The Birthday Party
As the applause died down to be replaced by idle chatter, Lyndon approached the guitarist and whispered into his ear. The guitarist pointed down to another guitar, invitingly to Lyndon. Lyndon took the guitar and attached the strap over his shoulder, and plugging in the jack plug with an electronic clunk through the amp as it made contact.
"This one's for my mum" said Lyndon into the microphone. "It's called 'Walk Don't Run' –you know what I mean!"
"Cheeky monkey!" exclaimed Janice.
"What's that supposed to mean?" asked Carol.
"Nothing," said Janice "just a private joke."
"Well he's certainly come out of his shell since he broke out" said Carol. "I'd never have recognised him."
"He keeps TIM on his toes, no mistake, metaphorically speaking" said John taking off his party hat.
"It's nice of you all to arrange this for me" said Carol. "I've not had a birthday party for years, and never one with a live band."
"Well actually," said Elizabeth, looking round at the others at the table for moral support, "we have to admit to an ulterior motive."
"Oh, and what would that be?" asked Carol. Just then Janice distracted them.
"Don't look now, but you'll never guess who's just come in?" said Janice.
"Who?" asked Carol.
"Uncle Les!" replied Janice.
"No!" Exclaimed Carol.
"Who's Les?" asked Ed.
"Our uncle" said Carol. "We love him to bits, honest we do, but . . . well, he's got no sense of embarrassment."
"I had a holiday job at McDonalds when I was seventeen, and one day Les came in and shouted at the top of his voice "Hey Minky Moo, how about some service". Well that was it. I was Minky Moo from then on" said Janice.
"Minky Moo?" asked John.
"Just don't" warned Janice.
"He sounds like fun" said Ed standing up. ""Hey Les! Over here!"
"Ed!" said Elizabeth. But it was too late. Uncle Les had seen the party and was making his way over.
"Hello Dogstail, and who's my favourite niece?" said Uncle Les to Carol, giving her a hug and a birthday kiss.
"Oh Uncle Les, do you mean me?" said Carol flattered.
"To be truthful, no. I mean your cousin Sarah, but you run her a close second" said Les.
"Dogstail?" asked Anthony.
"Uncle Les gave us all nicknames" said Janice.
"Like Minky Moo" said Anthony.
"Like Minky Moo" said Janice reluctantly.
"And Richard was Itchy Richie" said Carol.
"So why Dogstail?" asked John. "What's the story behind that?"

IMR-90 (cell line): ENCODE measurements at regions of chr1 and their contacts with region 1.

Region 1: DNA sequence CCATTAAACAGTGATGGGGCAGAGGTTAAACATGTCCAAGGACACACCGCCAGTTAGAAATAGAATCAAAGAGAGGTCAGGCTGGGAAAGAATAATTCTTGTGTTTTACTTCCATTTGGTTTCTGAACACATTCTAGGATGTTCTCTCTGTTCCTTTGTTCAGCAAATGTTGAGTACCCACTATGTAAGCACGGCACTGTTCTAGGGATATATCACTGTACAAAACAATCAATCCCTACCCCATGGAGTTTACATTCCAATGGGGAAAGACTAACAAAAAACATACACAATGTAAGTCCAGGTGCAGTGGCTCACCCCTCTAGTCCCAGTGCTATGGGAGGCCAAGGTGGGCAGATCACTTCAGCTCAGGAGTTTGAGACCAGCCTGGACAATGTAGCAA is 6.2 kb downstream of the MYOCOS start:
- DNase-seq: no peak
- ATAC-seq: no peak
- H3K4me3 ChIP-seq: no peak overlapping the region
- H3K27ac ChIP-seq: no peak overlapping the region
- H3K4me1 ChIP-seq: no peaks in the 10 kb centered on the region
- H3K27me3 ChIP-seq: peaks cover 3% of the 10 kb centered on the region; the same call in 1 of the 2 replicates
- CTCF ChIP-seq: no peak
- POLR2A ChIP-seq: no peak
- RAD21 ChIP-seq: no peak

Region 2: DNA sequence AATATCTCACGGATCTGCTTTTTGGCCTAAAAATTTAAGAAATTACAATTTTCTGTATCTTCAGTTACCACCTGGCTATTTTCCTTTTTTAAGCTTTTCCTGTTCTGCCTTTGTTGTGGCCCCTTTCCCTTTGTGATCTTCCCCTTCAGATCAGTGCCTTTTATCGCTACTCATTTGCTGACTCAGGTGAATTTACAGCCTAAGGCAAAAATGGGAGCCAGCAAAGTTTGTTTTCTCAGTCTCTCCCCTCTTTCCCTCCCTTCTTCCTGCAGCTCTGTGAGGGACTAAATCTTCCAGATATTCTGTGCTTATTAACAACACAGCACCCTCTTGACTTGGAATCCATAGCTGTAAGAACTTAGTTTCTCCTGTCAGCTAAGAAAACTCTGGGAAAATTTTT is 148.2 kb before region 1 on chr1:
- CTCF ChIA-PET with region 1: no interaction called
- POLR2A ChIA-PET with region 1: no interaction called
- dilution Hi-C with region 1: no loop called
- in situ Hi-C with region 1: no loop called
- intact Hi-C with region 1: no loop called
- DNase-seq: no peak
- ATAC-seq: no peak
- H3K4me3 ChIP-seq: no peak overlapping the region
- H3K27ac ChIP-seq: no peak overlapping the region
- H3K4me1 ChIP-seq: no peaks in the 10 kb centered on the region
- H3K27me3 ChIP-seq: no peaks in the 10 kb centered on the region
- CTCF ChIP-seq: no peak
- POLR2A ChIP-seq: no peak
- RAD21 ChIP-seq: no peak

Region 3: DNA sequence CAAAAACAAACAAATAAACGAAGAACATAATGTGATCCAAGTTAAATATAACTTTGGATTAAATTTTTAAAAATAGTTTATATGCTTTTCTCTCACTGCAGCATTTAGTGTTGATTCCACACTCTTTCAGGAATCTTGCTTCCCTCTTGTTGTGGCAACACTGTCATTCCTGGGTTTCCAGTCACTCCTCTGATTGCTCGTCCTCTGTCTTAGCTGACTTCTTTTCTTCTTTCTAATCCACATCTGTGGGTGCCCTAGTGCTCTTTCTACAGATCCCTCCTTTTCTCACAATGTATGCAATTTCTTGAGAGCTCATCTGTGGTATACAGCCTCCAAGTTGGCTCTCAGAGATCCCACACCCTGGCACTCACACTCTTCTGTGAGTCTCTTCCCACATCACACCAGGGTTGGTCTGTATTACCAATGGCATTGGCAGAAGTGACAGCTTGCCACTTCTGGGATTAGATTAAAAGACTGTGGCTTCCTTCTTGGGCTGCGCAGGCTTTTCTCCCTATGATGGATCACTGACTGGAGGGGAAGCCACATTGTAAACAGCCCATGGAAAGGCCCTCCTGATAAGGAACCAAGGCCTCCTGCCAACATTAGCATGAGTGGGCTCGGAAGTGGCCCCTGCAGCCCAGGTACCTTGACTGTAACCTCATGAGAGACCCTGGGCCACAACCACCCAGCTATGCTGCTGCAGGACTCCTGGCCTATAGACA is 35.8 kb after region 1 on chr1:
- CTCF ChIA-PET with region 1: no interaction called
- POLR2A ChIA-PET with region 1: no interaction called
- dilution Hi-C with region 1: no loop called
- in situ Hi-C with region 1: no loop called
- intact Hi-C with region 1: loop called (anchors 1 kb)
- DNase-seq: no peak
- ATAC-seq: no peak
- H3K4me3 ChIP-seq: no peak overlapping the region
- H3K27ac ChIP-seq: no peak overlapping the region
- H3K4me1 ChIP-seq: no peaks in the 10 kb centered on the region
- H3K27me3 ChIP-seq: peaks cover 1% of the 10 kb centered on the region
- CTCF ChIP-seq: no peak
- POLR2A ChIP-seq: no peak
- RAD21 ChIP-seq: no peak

"Uncle Les. Don't" said Carol, but she was too late. The group were all too keen to know the origin of Carol's (up until now) secret nickname, and Les was far too keen to divulge.
"Well, not that you'd call it a tradition" Les began, "because you can't. It's just the miracle of nature. But every last one of us – my two, our Sandy's three, and Janice and Richard of course, all popped into the world bang on schedule. In fact as far as anyone can recollect, in our family, all babies have landed bang on schedule. All, of course except of our Carol, who should have been born on Christmas Day, hence the name . . ."
. . . and would have been called Noel if she'd been born a lad 'pathed Carol to the others.
"and would have been called Noel if she'd been born a lad" continued Les, "but popped out exactly two weeks late. And that's why we say she's like the proverbial dog's tail - always behind."
The others laughed, except for Carol who didn't look particularly impressed.
"Anyway" said Les handing Carol a gift-wrapped package and a birthday card "this is for you from me and your Auntie Pat. She'd have liked to have come, but she's not as well as she used to be."
"Oh, thanks Uncle Les" said Carol opening the parcel. "Tell Auntie Pat thanks for me, and give her my love." Carol finally opened the package. "A mobile phone! Thanks Uncle Les!"
"Top of the range that is" said Les. "Got GPS, internet, you name it. Now you've got no excuses - you'll have to keep in touch. Remember, you're never alone with a mobile phone. Anyway, I'll leave you and your friends to it and go mingle."
As Les walked off towards the bar, Carol looked at the box containing Uncle Les's gift.
"You're never alone with a mobile phone" said Janice.
"Bless" said Carol. "I just wish I could tell him, you know, the truth about me, about the Tomorrow People. I just daren't. Anyway, you had something to tell me."
"Well, it's a long story" said John "and you're not going to like it."
"Try me" said Carol.
"John, don't spoil Carol's big day!" said Helen, trying to deflect some of the attention.
John looked across at Janice. "Well, I'm sure it'll keep. We'll discuss it tomorrow in the Lab."
"Can't you give us a hint?" asked Carol. "You can't just leave me suspended in mid air like that."
"Or in hyperspace!" joked John.
"Don't remind me!" said Carol. "Thinking about that just makes me go to pieces!"
John and Carol laughed. The others didn't get the joke.
"I . . . I don't get it" said Ed.
"And I doubt you ever will" said Carol.
"Funny what your uncle said about you being born past your due date" said Helen. "I was ten days late."
"Yes, so was I" said Elizabeth. "And so was Anthony. Well more like eleven I suppose."
"What about me, mum?" asked Rachel.
"You should have been a late March baby, but you arrived towards the middle of April" said Helen.
"Do I detect a pattern?" asked John.
"Maybe we should get TIM on the case" said Anthony.
"Maybe we should" said John.